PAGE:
“Once they get in there, all the incentives are to keep the [wars] going,” says Horton. “Afghanistan is the greatest example of this.”

Instead of withdrawing troops from Afghanistan, Iraq, and Syria once he took office, Trump vowed to stop publicly reporting troop numbers. 

The Trump administration did strike a deal with Taliban leaders in late February to wind down the war within 14 months if they pledged to prevent terrorist groups like al Qaeda from operating in the country, and the Pentagon announced a reduction in forces and withdrawal from five Afghanistan bases on July 14.

“The fact that Trump was willing to break with Bush and Obama’s policy to go ahead and negotiate directly with the Taliban was a clue that he was really serious,” says Horton.

But he worries that deal could be scuttled by uncorroborated reports that Russia paid bounties to Afghanis who killed U.S. troops, which prompted Republican Liz Cheney to partner with several House Democrats to place conditions on the withdrawal.

Horton also points out that Trump has increased U.S. involvement in Yemen and Somalia. In Yemen alone, the United Nations estimates that the Saudi-led and U.S.-supported bombing campaign has resulted in almost a quarter of a million deaths.

“These are two of America’s most horrible wars and no one pays any attention to them whatsoever,” says Horton.

Trump has continued and escalated the war on terror, which could make the U.S. susceptible to getting involved in even more conflicts around the globe. He also undid Obama’s nuclear deal with Iran and ordered a targeted assassination of Iranian Gen. Gen. Qassem Soleimani, whom he accused of plotting an attack on an American base.

But after Iran fired back, Trump backed off. He pulled back a strike in 2019 after Iran downed a U.S. drone, and political allies and media commentators portrayed it as a weakness. He faced widespread criticism for moving troops out of northern Syria and praise when he fired missiles into a Syrian airfield after allegations of a chemical attack by Bashar al-Assad.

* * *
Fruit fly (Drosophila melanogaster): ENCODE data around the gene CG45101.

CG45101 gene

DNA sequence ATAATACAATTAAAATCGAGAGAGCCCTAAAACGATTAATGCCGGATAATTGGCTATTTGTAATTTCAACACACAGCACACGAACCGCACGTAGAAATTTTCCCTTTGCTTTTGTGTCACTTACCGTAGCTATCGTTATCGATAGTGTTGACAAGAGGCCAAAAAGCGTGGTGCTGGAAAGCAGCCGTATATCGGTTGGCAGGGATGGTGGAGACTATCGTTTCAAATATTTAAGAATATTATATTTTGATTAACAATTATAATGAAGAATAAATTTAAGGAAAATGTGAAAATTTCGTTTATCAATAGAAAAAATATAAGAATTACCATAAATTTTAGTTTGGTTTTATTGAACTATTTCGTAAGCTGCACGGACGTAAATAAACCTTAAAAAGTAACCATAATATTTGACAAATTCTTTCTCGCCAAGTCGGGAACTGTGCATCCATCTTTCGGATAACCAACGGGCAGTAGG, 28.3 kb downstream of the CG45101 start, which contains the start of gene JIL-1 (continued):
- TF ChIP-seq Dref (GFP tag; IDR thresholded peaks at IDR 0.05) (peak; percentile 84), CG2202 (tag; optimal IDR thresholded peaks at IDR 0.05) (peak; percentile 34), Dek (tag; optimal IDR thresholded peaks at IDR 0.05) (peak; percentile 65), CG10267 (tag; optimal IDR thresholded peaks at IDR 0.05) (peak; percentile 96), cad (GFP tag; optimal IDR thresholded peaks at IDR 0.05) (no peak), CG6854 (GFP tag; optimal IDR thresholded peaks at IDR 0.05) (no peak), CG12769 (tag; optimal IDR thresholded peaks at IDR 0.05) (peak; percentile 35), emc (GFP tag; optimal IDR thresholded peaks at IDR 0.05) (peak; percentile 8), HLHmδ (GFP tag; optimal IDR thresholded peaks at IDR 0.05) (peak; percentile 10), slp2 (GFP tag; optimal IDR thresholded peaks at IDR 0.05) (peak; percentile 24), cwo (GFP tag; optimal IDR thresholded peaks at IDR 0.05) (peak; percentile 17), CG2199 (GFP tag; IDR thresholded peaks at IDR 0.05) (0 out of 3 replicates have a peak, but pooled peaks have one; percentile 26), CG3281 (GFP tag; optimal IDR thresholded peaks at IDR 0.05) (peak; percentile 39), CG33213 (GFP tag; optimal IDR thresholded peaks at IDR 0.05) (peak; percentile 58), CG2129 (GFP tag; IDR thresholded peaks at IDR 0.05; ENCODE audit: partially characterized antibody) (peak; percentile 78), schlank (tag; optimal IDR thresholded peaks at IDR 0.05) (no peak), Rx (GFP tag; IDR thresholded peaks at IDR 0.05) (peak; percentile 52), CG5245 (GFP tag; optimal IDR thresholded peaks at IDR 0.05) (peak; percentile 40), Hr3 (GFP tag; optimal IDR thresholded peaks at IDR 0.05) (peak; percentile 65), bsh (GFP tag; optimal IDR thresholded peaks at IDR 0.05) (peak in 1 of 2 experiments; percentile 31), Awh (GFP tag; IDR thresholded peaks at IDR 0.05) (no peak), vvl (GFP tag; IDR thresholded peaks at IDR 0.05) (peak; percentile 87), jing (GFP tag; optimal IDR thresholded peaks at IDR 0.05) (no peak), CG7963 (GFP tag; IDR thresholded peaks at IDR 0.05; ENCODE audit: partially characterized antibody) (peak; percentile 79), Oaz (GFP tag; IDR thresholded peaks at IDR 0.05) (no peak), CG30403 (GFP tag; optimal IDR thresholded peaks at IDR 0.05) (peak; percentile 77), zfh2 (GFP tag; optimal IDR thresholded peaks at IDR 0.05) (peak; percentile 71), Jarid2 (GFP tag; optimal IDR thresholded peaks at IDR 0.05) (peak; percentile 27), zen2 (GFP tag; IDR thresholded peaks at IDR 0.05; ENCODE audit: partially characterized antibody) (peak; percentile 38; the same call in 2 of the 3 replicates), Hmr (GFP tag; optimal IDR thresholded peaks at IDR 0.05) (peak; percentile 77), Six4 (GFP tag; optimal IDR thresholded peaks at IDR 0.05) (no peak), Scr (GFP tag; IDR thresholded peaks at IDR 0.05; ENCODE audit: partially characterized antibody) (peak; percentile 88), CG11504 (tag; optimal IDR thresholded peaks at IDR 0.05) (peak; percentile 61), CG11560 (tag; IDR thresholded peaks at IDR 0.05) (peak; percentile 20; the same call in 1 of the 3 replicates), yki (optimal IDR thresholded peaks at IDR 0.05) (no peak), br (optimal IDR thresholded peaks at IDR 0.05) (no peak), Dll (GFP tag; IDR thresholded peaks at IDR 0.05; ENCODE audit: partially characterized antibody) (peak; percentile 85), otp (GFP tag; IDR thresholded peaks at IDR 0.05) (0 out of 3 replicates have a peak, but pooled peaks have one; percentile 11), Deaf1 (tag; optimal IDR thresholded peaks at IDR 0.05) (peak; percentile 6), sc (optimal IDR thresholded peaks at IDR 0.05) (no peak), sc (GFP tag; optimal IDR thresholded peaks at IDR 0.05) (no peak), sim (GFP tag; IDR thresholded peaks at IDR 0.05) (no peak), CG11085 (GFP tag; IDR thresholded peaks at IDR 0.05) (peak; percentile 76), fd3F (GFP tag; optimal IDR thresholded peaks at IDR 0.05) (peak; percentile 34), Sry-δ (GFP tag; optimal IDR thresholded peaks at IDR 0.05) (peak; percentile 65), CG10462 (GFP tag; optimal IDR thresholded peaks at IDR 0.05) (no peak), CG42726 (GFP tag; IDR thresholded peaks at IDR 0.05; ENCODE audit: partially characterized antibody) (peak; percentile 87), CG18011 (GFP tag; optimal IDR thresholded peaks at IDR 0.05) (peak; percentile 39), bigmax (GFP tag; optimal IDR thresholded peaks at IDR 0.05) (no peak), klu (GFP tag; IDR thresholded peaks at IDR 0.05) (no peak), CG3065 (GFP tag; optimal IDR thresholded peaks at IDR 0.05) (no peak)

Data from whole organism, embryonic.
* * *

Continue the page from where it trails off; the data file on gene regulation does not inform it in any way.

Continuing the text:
“Look at the narrative and the agenda in the media,” says Horton. “How dare Donald Trump try to end any of America’s wars ever.”

Russell worries about the increasingly belligerent rhetoric on both sides of the aisle towards China. Trump has escalated tensions with China through his trade war and  the reported placement of low-yield nuclear weapons in the region. But Russell still believes Trump’s rhetoric was useful.

“The best aspect of the foreign policy of Trump is that…he has revealed the mind of not just the foreign policy establishment…[but] really government workings and the workings of the state,” says Russell. “The worst aspect of the Trump foreign policy is that he’s a mass murderer, just like the rest of them.”

In the end, Trump, as commander in chief, has had ample opportunity to begin making good on his promise to begin extricating the American military from its endless wars. Time and again, he has failed to formulate a coherent strategy for doing so.

“It never should have been this way. We screwed up, got the whole 21st century off on the wrong foot,” says Horton. “But we didn’t need to. We could call the whole damn thing off…and just forge that new [foreign policy] consensus and stick with it. It should be easy because we’re right.”

Produced by Zach Weissmueller. Graphics by Lex Villena and Isaac Reese.

Photo credits: “Liz Cheney,” Stefani Reynolds/CNP/MEGA/ Newscom; “Mother at military funeral,” Kevin Dietsch/UPI/Newscom; “Carrying flag-draped casket,” Kevin Dietsch/Newscom; “Woman at veteran’s gravesite,” Michael A. McCoy/ZUMA Press/Newscom; “Trump and Jeb Bush at debate,” Max Wittaker/UPI/Newscom; “Trump holding up fists,” Yin Bogu Xinhua News Agency/Newscom; “Chinese ballistic missile,” Kyodo/Newscom; “Donald Trump campaigning at podium,” by Gage Skidmore

Music credits: “Truth or Reality,” “Temerity,” “Unforeseen,” “To Begin Again,” by Sean Williams licensed by Artlist. 


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About The Author

Zach Weissmueller

Founded in 1968, Reason is the magazine of free minds and free markets. We produce hard-hitting independent journalism on civil liberties, politics, technology, culture, policy, and commerce. Reason exists outside of the left/right echo chamber. Our goal is to deliver fresh, unbiased information and insights to our readers, viewers, and listeners every day. Visit https://reason.com